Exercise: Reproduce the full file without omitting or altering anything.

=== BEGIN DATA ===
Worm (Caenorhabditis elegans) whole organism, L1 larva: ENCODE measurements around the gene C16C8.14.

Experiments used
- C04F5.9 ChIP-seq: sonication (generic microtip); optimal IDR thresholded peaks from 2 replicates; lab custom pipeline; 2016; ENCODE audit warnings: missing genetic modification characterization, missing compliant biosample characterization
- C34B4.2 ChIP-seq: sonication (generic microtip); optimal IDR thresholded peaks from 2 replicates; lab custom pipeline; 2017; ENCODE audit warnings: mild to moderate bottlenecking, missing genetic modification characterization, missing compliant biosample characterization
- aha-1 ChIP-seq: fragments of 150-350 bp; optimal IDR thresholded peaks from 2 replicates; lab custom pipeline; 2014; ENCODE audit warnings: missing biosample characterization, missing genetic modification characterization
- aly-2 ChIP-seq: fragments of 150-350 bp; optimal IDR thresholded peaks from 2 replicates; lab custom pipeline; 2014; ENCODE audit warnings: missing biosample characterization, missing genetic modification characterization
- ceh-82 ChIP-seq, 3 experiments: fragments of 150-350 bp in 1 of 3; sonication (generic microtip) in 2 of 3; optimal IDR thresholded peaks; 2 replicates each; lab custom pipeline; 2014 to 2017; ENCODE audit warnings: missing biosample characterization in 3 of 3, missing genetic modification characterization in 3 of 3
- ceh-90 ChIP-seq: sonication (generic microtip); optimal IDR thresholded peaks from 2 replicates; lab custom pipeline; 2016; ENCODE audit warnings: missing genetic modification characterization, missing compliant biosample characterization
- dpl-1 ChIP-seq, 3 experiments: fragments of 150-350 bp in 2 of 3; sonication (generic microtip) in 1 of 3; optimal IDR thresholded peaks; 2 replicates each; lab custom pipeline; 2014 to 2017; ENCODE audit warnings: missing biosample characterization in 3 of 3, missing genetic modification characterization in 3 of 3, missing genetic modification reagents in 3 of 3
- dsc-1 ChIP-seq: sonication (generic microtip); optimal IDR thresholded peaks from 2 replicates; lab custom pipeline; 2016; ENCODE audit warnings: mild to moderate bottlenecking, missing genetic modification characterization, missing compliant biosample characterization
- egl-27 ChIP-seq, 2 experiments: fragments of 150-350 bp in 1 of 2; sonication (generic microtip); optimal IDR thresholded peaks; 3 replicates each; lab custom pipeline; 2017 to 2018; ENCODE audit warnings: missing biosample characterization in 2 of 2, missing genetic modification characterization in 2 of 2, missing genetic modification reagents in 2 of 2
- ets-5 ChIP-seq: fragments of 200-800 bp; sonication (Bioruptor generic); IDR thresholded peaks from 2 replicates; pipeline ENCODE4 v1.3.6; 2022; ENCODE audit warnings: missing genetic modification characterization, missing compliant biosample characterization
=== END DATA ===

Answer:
Worm (Caenorhabditis elegans) whole organism, L1 larva: ENCODE measurements around the gene C16C8.14.

Experiments used
- C04F5.9 ChIP-seq: sonication (generic microtip); optimal IDR thresholded peaks from 2 replicates; lab custom pipeline; 2016; ENCODE audit warnings: missing genetic modification characterization, missing compliant biosample characterization
- C34B4.2 ChIP-seq: sonication (generic microtip); optimal IDR thresholded peaks from 2 replicates; lab custom pipeline; 2017; ENCODE audit warnings: mild to moderate bottlenecking, missing genetic modification characterization, missing compliant biosample characterization
- aha-1 ChIP-seq: fragments of 150-350 bp; optimal IDR thresholded peaks from 2 replicates; lab custom pipeline; 2014; ENCODE audit warnings: missing biosample characterization, missing genetic modification characterization
- aly-2 ChIP-seq: fragments of 150-350 bp; optimal IDR thresholded peaks from 2 replicates; lab custom pipeline; 2014; ENCODE audit warnings: missing biosample characterization, missing genetic modification characterization
- ceh-82 ChIP-seq, 3 experiments: fragments of 150-350 bp in 1 of 3; sonication (generic microtip) in 2 of 3; optimal IDR thresholded peaks; 2 replicates each; lab custom pipeline; 2014 to 2017; ENCODE audit warnings: missing biosample characterization in 3 of 3, missing genetic modification characterization in 3 of 3
- ceh-90 ChIP-seq: sonication (generic microtip); optimal IDR thresholded peaks from 2 replicates; lab custom pipeline; 2016; ENCODE audit warnings: missing genetic modification characterization, missing compliant biosample characterization
- dpl-1 ChIP-seq, 3 experiments: fragments of 150-350 bp in 2 of 3; sonication (generic microtip) in 1 of 3; optimal IDR thresholded peaks; 2 replicates each; lab custom pipeline; 2014 to 2017; ENCODE audit warnings: missing biosample characterization in 3 of 3, missing genetic modification characterization in 3 of 3, missing genetic modification reagents in 3 of 3
- dsc-1 ChIP-seq: sonication (generic microtip); optimal IDR thresholded peaks from 2 replicates; lab custom pipeline; 2016; ENCODE audit warnings: mild to moderate bottlenecking, missing genetic modification characterization, missing compliant biosample characterization
- egl-27 ChIP-seq, 2 experiments: fragments of 150-350 bp in 1 of 2; sonication (generic microtip); optimal IDR thresholded peaks; 3 replicates each; lab custom pipeline; 2017 to 2018; ENCODE audit warnings: missing biosample characterization in 2 of 2, missing genetic modification characterization in 2 of 2, missing genetic modification reagents in 2 of 2
- ets-5 ChIP-seq: fragments of 200-800 bp; sonication (Bioruptor generic); IDR thresholded peaks from 2 replicates; pipeline ENCODE4 v1.3.6; 2022; ENCODE audit warnings: missing genetic modification characterization, missing compliant biosample characterization